Sainsbury’s Supermarkets Ltd v Visa Europe Services LLC & Anor [2017] EWHC 3047 (Comm)

This case – which can be found here – concerns multilateral interchange fees (‘MIF’) yet again. This is one of a number of cases where courts had to decide whether such fees were lawful (for examples, see the cases reviewed in my posts of 30 September 2016, 10 February and 24 March 2017). This one, Sainsbury’s v Visa, is a decision about the lawfulness of Visa’s scheme. The case was brought under the shadow of decisions by the European Commission and a number of courts holding that MasterCard’s MIF scheme was unlawful. In order to understand this case, it is important to first understand how the various credit card systems operate. There are two main credit card models: On the one hand we have three-party schemes, like the ones operated by American Express and Dinner’s Club. In a three-party scheme, the operator (such as American Express) both issues cards and settles transactions with merchants. In other words, when an American…

Walter Hugh Merricks CBE v Mastercard Incorporated and Others [2017] CAT 16

This judgment – which can be found here – concerns the first ever class certification request in an opt-out collective damages claim in the UK. I think this is a very important decision. Class or collective actions allow the aggregation of a large number of small claims for competition damages, and are likely to prove a crucial mechanism for customers seeking to obtain redress for loss caused by a competition infringement. Europe is not familiar with the type of class actions that are typical in North America, and the English courts – and particularly the CAT – are one of the first European courts (if not the first) to have to grapple with the challenges that such claims pose. One very important challenge is class certification, while another is the certification of the class representative. The first opt-out collective claim ever brought in the UK– i.e. Dorothy Gibson v Pride Mobility Products Limited [2017] CAT 9 – ended with the…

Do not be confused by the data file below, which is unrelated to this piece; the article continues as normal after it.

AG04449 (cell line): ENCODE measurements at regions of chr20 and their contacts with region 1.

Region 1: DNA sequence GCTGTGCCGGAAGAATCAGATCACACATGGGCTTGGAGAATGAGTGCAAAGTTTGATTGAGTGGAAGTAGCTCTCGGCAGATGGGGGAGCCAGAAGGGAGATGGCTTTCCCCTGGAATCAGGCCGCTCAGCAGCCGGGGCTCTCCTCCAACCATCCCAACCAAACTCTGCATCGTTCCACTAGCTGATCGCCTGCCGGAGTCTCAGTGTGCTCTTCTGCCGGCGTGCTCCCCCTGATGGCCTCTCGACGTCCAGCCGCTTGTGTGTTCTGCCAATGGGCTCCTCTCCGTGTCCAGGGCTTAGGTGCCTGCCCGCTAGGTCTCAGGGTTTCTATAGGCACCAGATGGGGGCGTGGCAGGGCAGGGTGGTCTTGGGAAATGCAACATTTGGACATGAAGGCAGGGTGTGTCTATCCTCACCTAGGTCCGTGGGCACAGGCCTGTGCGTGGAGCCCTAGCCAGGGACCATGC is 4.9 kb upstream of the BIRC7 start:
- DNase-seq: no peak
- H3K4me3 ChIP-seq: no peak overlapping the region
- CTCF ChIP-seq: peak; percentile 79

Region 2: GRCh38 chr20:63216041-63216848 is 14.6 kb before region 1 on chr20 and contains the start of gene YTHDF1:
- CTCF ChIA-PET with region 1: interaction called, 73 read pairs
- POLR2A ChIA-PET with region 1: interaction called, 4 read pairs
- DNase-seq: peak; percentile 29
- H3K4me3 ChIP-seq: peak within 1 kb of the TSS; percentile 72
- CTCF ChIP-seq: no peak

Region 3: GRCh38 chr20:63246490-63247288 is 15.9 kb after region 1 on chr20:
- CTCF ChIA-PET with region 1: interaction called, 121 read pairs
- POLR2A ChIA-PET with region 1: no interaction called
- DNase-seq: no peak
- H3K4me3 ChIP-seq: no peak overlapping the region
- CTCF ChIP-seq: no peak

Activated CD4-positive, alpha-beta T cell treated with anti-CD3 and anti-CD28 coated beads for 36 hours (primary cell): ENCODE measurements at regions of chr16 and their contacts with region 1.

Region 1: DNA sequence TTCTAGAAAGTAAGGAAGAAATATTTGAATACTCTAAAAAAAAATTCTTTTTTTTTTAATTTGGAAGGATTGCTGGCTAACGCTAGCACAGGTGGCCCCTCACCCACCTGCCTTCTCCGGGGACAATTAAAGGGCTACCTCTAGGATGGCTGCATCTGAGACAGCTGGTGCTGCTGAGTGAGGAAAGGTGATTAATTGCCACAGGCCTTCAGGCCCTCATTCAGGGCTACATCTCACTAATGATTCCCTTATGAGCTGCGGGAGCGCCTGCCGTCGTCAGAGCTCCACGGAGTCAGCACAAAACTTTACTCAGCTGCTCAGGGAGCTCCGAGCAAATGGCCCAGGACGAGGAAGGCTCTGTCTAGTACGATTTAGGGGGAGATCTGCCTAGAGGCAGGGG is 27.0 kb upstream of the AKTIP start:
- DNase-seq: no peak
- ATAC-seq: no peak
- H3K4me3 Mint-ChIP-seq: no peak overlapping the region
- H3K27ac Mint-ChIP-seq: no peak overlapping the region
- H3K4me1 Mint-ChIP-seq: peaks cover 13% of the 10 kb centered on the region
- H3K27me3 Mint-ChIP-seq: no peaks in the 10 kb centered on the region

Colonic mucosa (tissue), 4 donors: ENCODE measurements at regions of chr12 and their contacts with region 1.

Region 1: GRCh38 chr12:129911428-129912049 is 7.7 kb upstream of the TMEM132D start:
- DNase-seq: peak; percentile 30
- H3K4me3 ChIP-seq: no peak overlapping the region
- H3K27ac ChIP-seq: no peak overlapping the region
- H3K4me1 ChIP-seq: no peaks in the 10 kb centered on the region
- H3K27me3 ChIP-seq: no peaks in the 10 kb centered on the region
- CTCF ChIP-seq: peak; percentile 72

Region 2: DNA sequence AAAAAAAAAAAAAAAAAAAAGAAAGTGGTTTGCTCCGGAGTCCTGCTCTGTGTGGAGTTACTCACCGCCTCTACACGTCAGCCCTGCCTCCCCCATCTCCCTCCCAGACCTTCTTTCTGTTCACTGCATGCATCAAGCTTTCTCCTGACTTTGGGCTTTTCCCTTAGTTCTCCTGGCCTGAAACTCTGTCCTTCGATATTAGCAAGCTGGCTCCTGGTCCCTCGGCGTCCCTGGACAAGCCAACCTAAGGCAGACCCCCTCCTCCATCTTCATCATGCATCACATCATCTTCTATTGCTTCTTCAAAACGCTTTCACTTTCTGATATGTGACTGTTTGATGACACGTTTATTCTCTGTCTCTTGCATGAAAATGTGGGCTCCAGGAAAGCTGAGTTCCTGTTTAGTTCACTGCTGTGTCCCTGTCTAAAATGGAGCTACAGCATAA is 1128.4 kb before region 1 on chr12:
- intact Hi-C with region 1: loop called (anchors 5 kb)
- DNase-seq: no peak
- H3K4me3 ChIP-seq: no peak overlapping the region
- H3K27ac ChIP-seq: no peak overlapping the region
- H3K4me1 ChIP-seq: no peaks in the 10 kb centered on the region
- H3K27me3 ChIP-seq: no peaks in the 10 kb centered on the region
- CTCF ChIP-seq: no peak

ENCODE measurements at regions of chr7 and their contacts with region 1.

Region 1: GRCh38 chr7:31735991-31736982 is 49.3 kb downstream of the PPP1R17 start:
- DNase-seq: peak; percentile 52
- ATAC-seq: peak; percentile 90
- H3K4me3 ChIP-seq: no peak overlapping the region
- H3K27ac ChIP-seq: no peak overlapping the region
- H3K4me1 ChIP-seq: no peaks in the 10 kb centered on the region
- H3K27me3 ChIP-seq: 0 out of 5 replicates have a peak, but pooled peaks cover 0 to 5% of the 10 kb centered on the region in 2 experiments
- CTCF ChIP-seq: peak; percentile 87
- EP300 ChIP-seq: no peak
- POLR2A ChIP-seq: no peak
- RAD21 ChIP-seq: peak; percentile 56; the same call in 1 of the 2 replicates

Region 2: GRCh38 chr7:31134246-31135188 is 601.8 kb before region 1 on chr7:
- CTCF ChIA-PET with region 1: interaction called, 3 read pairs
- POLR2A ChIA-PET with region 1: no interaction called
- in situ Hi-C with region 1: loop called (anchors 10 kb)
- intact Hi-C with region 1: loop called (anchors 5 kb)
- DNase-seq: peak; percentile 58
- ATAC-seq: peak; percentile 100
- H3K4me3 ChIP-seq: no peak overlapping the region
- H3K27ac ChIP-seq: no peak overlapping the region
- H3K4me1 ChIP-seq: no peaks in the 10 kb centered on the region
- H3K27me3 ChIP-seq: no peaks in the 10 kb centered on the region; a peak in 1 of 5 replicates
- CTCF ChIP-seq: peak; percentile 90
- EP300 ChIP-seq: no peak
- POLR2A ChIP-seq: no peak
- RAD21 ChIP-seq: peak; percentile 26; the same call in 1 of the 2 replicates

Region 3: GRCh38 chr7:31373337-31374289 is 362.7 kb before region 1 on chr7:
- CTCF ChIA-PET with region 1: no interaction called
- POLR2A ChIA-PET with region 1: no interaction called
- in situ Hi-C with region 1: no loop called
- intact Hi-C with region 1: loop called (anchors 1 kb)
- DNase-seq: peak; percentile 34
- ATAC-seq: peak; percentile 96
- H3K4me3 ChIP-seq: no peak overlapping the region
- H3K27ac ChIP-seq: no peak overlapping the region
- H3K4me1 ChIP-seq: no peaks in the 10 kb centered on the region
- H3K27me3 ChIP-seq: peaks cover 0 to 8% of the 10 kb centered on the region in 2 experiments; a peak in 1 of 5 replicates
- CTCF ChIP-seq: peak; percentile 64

Renato Nazzini ‘Arbitrability of Competition Claims in Tort and the Principle of Effectiveness of EU Law’ (2017) European Business Law Review 28(6) 795

This paper – which can be found here – contains a discussion of the recent CDC decision by the Court of Justice of the European Union. It begins with  an overviews of debates about the arbitrability of competition law. Whether competition law matters are arbitrable is a question that is connected to a longstanding debate on the ‘public policy’ nature of competition law (which flows from the wording of the New York convention, but we do not need to go there now). It is widely accepted that while many matters may be subject to arbitration, difficulties arise where a dispute concerns a matter of public importance – such as criminal law or insolvency. For a long time, competition law matters were not allowed to be subject to arbitration on both sides of the Atlantic. In the 1980’s, the US Supreme Court reversed course and explicitly held that competition matters were arbitrable. In Europe, the arbitrability of competition law was implicitly…